Difference between push and urgent flags in TCP


I'm trying to understand the difference between a TCP segment with the flag PSH and with the flag URG.
I read the RFC but still couldn't get it, does one of them buffer the data before it sends it to the process and the other doesn't ?

Best Solution

They are two vastly different mechanisms.

###PSH and the PUSH function

When you send data, your TCP buffers it. So if you send a character it won't send it immediately but wait to see if you've got more. But maybe you want it to go straight on the wire: this is where the PUSH function comes in. If you PUSH data your TCP will immediately create a segment (or a few segments) and push them.

But the story doesn't stop here. When the peer TCP receives the data, it will naturally buffer them it won't disturb the application for each and every byte. Here's where the PSH flag kicks in. If a receiving TCP sees the PSH flag it will immediately push the data to the application.

There's no API to set the PSH flag. Typically it is set by the kernel when it empties the buffer. From TCP/IP Illustrated:

This flag is conventionally used to indicate that the buffer at the side sending the packet has been emptied in conjunction with sending the packet. In other words, when the packet with the PSH bit field set left the sender, the sender had no more data to send.

But be aware Stevens also says:

Push (the receiver should pass this data to the application as soon as possible—not reliably implemented or used)

###URG and OOB data

TCP is a stream-oriented protocol. So if you push 64K bytes on one side, you'll eventually get 64k bytes on the other. So imagine you push a lot of data and then have some message that says "Hey, you know all that data I just sent ? Yeah, throw that away". The gist of the matter is that once you push data on a connection you have to wait for the receiver to get all of it before it gets to the new data.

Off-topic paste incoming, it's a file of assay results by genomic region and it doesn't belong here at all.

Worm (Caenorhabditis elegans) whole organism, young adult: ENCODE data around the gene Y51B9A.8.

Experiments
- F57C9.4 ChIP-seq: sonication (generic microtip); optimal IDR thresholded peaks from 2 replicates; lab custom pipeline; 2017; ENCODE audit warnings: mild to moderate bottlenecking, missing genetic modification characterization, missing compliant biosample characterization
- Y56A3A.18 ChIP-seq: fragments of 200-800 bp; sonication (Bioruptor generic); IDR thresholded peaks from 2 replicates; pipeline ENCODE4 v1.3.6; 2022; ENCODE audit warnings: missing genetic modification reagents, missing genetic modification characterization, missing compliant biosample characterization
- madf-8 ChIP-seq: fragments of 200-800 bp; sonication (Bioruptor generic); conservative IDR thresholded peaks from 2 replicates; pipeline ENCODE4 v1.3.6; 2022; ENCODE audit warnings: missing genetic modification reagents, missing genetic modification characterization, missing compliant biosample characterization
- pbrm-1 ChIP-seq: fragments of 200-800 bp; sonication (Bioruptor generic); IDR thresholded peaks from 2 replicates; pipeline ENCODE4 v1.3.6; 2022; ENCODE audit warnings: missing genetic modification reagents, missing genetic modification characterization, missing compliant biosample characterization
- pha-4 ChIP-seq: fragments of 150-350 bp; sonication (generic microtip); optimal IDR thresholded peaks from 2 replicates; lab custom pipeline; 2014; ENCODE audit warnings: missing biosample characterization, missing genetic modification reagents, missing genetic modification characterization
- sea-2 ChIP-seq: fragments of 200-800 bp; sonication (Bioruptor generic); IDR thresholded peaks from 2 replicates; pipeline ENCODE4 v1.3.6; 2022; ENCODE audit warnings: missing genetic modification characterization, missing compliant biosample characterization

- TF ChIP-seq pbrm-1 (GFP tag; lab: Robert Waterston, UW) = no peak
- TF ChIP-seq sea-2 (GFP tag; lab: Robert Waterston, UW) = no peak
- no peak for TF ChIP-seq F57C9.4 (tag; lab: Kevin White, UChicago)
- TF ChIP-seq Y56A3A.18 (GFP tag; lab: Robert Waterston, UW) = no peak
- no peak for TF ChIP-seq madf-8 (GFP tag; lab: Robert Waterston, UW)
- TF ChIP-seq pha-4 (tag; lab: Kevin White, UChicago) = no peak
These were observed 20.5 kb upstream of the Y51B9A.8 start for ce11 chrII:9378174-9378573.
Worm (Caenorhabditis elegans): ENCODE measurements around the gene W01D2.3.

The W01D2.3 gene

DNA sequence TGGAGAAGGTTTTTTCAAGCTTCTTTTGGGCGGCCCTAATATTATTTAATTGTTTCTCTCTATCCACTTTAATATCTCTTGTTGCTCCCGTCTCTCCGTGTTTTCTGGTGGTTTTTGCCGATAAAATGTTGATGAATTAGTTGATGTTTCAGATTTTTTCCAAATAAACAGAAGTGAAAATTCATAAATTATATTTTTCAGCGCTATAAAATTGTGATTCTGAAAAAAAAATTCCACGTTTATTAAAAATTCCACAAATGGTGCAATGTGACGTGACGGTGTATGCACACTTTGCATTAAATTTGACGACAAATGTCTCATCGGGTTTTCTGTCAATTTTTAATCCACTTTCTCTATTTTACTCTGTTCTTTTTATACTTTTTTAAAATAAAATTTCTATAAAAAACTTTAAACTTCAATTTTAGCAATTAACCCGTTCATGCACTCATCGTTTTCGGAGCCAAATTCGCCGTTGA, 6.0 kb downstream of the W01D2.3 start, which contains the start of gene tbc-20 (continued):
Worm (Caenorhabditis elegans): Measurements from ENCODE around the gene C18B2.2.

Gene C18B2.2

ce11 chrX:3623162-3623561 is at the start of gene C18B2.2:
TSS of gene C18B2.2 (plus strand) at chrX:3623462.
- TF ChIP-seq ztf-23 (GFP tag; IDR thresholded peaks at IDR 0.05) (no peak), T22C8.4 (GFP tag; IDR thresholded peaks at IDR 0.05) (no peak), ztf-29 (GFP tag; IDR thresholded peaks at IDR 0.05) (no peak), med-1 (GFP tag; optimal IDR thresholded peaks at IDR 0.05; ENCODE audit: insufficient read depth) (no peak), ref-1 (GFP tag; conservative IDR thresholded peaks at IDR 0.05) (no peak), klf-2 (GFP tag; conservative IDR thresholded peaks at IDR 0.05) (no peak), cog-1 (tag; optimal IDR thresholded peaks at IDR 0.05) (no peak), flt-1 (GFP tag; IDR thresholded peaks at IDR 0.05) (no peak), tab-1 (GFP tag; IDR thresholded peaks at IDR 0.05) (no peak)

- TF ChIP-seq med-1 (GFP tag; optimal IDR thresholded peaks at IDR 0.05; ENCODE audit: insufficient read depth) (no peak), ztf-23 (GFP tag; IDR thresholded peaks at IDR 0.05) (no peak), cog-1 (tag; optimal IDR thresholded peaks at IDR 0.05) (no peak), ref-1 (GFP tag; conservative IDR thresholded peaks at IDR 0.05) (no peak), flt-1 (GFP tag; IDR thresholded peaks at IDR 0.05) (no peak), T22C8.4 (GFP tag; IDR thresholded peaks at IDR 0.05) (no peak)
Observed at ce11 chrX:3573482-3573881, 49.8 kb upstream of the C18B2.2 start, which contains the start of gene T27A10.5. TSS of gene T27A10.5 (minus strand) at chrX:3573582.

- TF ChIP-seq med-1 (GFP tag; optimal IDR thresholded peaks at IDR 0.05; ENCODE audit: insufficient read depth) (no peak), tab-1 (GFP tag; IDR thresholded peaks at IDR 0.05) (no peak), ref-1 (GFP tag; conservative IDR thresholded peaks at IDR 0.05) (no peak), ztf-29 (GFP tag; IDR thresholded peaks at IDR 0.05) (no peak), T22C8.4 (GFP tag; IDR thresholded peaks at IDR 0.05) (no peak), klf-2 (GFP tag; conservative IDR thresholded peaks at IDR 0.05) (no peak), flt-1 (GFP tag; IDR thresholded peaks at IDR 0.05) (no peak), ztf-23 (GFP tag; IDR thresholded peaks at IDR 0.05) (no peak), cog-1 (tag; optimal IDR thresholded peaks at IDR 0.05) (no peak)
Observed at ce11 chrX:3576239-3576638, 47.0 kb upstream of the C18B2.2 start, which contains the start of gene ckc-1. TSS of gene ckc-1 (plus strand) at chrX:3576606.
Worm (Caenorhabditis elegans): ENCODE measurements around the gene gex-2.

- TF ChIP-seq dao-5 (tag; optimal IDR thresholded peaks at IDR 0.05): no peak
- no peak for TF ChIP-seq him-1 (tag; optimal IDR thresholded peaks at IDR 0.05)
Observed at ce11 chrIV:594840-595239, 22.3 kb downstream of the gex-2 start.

This is where the URG flag kicks in. When you send urgent data, your TCP creates a special segment in which it sets the URG flag and also the urgent pointer field. This causes the receiving TCP to forward the urgent data on a separate channel to the application (for instance on Unix your process gets a SIGURG). This allows the application to process the data out of band¹.

As a side note, it's important to be aware that urgent data is rarely used today and not very well implemented. It's far easier to use a separate channel or a different approach altogether.

¹: RFC 6093 disagrees with this use of "out of band" and states:

The TCP urgent mechanism is NOT a mechanism for sending "out-of-band" data: the so-called "urgent data" should be delivered "in-line" to the TCP user.

But then it goes on to admit:

By default, the last byte of "urgent data" is delivered "out of band" to the application. That is, it is not delivered as part of the normal data stream.

An application has to go out of its way and specify e.g. SO_OOBINLINE to get standards-conforming urgent semantics.

If all this sounds complicated just don't use urgent data.

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